Small mammals as an indicator of habitat change in the Kalahari
SMALL MAMMALS AS AN INDICATOR OF HABITAT CHANGE
Principle Researcher/s, Supervisors and Primary Academic Affiliation:
Dr Nico Avenant; Dr Duncan MacFadyen (Head of research and conservation, Oppenheimer Generations); National Museum, Bloemfontein; Centre for Environmental Management, University of the Free State
Small mammals, specifically mice, shrews and sengis, are recognised as important bio-indicators. They are key components of terrestrial ecosystems, often contributing greater than 30 percent of the total mammal species constituent. With high densities of up to 300 animals per hectare, small mammals are a major component in the diet of carnivores, raptors and reptiles. This long-term project repeatedly investigates small mammal species’ richness, diversity, density, biomass, presence, or absence, of indicator species on a number of transects in a variety of habitats at Tswalu Kalahari. The work forms part of the extensive Kalahari Endangered Ecosystems Project (KEEP), a programme that aims to address the impact of climate change on the Kalahari ecosystem. Information from KEEP, as well as this specific part on the small mammal species and communities, is expected to make a significant contribution to species and ecosystem conservation at Tswalu and the larger Kalahari. Improved understanding of the ecosystem processes, coupled to environmental and habitat change, and the intricate food web of Kalahari organisms, will assist researchers to better predict future scenarios, and will be included in the biodiversity monitoring protocols and management plans of the reserve.
KEY RESEARCH OBJECTIVES:
- -To study the small mammal community structure and composition (≈ species richness, diversity, density, biomass, presence/absence of indicator species), over a relatively long term, in each six habitats, in the relatively pristine Tswalu Kalahari Reserve.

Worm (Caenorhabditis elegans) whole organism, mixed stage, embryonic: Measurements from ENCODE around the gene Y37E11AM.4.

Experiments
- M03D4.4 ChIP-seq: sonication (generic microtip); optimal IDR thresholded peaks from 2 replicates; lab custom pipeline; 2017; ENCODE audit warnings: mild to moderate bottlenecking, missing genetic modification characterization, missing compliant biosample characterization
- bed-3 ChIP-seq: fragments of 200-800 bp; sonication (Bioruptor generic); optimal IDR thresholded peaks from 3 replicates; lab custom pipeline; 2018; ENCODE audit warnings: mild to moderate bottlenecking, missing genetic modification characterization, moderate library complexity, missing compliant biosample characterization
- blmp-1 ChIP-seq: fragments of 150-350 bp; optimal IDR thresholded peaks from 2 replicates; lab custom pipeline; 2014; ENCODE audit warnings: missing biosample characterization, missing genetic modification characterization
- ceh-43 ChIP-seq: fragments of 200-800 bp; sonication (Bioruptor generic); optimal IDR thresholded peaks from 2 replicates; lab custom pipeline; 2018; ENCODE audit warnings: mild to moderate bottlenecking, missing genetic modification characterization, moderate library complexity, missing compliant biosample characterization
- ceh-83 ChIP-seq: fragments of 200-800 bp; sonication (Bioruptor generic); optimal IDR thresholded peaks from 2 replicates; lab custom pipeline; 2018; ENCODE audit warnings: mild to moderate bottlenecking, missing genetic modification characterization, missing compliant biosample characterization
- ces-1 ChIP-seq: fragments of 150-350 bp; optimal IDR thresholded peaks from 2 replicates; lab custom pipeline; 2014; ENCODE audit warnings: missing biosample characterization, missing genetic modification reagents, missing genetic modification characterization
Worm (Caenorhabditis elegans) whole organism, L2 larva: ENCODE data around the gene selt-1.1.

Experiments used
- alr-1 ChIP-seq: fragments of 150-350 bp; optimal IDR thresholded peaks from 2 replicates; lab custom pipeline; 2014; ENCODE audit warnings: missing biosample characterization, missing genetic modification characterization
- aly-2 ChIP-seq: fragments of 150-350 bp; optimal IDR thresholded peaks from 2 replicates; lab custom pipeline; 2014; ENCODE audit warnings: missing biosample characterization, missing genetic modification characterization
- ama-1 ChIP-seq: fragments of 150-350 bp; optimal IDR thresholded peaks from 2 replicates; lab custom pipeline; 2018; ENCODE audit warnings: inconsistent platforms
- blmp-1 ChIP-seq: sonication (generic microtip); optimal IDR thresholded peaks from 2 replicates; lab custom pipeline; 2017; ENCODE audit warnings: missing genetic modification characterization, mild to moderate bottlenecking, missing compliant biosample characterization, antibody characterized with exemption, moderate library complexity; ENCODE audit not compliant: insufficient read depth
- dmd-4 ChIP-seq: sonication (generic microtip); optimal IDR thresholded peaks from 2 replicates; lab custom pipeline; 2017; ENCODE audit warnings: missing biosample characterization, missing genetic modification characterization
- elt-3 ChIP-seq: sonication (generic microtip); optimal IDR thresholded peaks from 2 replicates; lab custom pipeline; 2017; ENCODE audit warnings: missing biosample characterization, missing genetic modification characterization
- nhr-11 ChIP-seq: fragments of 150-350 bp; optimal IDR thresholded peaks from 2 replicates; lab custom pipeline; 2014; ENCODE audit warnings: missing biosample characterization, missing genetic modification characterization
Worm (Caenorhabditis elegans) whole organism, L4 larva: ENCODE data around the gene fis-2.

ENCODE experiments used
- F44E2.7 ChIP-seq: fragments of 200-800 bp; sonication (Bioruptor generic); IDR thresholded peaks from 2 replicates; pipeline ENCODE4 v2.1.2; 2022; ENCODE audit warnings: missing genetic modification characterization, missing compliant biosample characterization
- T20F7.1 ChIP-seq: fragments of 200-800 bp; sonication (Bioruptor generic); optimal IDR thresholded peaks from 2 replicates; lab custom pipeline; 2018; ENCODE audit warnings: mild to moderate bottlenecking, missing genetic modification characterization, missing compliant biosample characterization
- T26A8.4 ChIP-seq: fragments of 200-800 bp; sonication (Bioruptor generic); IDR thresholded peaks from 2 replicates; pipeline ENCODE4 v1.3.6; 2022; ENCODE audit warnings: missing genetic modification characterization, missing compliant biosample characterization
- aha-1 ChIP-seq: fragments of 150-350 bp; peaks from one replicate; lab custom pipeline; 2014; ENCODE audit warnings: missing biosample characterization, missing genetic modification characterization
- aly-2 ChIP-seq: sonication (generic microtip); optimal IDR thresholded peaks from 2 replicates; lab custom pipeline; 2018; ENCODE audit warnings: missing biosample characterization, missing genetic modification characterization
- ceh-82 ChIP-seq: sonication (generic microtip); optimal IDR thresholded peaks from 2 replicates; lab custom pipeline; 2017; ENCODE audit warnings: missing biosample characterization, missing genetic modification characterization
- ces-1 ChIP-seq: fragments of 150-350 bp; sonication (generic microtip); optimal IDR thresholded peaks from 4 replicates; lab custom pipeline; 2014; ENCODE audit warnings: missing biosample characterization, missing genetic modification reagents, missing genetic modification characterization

-To correlate all of the above to various abiotic, substrate, vegetation and insect variables (in the quest to better understand and interpret observed changes in this Kalahari ecosystem and or specific populations or communities).
PROGRESS UPDATE AND KEY FINDINGS FROM 2021:
- – Two field trips were completed, in March and in May 2021. The trip in March was to make up for May 2020, which was cancelled due to Covid-19 lockdown. This data was valuable as it confirmed that late-autumn (May) is indeed the preferred time to sample small mammals; and we will from now on stick to May field trips for the long-term study.
- – Higher trap success and species richness in comparative habitats inside Lekgaba (were lions are present) than Korannaberg.
- – At the two comparative dune street sites to the west of Dedeben (one on Tswalu and the other on one of the ‘new farms’) we could find some differences in species composition, but hypothesize that small mammal community structure will become more similar with time.
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